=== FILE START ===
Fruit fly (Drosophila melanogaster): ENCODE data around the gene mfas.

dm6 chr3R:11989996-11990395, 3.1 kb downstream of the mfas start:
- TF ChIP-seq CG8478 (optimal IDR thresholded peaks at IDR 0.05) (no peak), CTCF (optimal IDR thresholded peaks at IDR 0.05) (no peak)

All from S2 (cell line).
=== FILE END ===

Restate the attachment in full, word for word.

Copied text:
Fruit fly (Drosophila melanogaster): ENCODE data around the gene mfas.

dm6 chr3R:11989996-11990395, 3.1 kb downstream of the mfas start:
- TF ChIP-seq CG8478 (optimal IDR thresholded peaks at IDR 0.05) (no peak), CTCF (optimal IDR thresholded peaks at IDR 0.05) (no peak)

All from S2 (cell line).